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Sex on the Silver Screen

What would it take for you? What would it take for you, husband, to be OK with your wife baring her breasts and body in front of a movie camera? What would it take for you to allow another man to strip off her clothes, to kiss her, to fall into bed with her and to pantomime having sex with her? What would it take for you to be OK with a camera crew recording shot after shot, angle after angle, until every detail is perfectly convincing? What would it take for you to be OK with the rest of us watching this as entertainment? And you, wife, would you be OK if your husband was the one acting it all out, holding her in his arms, mimicking ecstasy? Is there anything, anything at all, that would make all of that OK?

I believe the Bible makes it very clear that sex and the nakedness that goes with it are sacred, matters to be shared only between a husband and wife. What is good and appropriate within marriage—unashamed nakedness and uninhibited sex—are matters of exclusivity and privacy. I think you probably agree with me.

Nakedness and sexuality are common themes in today’s movies and television. It seems increasingly rare to find a movie or show that doesn’t have at least one lingering shot of nudity or one steamy scene of passion. And even while so many Christians feel freedom to watch it all, I am increasingly convinced that we should not. I am increasingly convinced that Christians should avoid watching movies with scenes of nudity and sexuality. There are many reasons for this, but today I will constrain myself to just one—one that I have found particularly compelling and convicting.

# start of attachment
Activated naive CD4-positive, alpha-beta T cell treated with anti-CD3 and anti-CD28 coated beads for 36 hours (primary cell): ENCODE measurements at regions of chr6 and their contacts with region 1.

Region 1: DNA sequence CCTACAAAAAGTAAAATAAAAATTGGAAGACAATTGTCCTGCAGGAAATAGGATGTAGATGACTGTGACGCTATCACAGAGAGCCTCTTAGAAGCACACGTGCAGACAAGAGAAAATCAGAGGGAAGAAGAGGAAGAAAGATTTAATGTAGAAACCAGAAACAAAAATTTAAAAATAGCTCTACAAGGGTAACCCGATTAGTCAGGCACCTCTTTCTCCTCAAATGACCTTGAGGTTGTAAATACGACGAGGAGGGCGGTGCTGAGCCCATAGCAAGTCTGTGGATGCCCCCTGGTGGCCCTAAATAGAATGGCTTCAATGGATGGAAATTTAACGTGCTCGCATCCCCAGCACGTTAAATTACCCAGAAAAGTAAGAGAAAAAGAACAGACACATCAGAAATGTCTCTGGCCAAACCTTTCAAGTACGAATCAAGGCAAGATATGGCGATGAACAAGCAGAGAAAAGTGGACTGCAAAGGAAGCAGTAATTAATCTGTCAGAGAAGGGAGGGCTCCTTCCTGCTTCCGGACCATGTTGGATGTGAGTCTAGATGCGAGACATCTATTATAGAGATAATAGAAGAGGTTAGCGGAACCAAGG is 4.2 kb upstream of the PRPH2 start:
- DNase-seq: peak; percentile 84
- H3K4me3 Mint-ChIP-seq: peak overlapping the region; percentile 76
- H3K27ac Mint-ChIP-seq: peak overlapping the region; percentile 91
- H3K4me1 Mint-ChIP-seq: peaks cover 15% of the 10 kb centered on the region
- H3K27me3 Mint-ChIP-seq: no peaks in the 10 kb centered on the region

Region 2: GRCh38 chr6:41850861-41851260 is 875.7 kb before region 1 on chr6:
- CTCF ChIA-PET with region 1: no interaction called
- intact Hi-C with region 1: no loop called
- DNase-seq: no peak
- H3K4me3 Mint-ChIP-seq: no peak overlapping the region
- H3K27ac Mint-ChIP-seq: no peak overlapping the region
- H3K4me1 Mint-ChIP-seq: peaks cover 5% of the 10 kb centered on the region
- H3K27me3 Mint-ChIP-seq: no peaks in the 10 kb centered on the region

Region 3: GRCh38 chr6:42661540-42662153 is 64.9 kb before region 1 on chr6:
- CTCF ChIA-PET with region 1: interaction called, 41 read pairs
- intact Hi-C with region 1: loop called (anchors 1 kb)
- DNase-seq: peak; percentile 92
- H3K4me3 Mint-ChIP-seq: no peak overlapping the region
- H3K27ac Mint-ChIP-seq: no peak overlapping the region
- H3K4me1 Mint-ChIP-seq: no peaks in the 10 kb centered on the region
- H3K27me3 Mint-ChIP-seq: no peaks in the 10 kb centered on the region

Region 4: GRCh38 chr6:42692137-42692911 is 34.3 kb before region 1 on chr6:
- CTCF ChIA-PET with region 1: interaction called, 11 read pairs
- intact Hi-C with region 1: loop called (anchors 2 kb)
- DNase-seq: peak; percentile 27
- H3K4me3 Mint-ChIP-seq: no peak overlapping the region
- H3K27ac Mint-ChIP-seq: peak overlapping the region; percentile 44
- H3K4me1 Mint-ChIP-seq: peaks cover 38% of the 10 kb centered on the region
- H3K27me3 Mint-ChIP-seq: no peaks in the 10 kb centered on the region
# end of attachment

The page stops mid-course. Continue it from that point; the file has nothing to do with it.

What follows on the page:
Let’s begin here: What we see on the screen is both fact and fiction. When it comes to nakedness and sex in movies, we sometimes lose the fact in the fiction. What we watch is a fictional story, but one that has been acted out in real ways by real people. This has important implications when it comes to a bedroom scene. To film that scene, real people had to remove real clothes, bare real bodies, touch each other in real places and move together in a real bed. It may not have been full-on sexual intercourse, but it still involved real acts between real people. The reason sex scenes look real is that to a large degree they are real. Those are not fake breasts you see, the actors are not exchanging fake kisses or fake caresses, she is not pretending to straddle him.

Now the question: What would it take for you to be OK with your wife participating in that scene? Would you send her off to work tomorrow knowing that she would be topless for hours at a time, that she would be rolling around on a bed with another man as a crew looked on, as they adjusted the lighting, as they practiced different angles, as the director instructed her, “No, put your hands there. Move in that way …” She would not be having sex with him, but she would be doing her best to act like it, to make others believe it. She would be taking all she knows of the movements, the motion, the pleasure of sex with you and imitating it with this other man. Wife, what would it take for you to be OK with your husband stripping her and kissing her and carrying her to bed? My guess is that you cannot imagine any scenario in which that would be tolerable, in which that would be moral and right. Now hold onto that conviction for a moment.

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Tim Challies, a self-employed web designer, is a pioneer in the Christian blogosphere, having one of the most widely read and recognized Christian blogs. He is also editor of Discerning Reader, a site dedicated to offering thoughtful reviews of books that are of interest to Christians.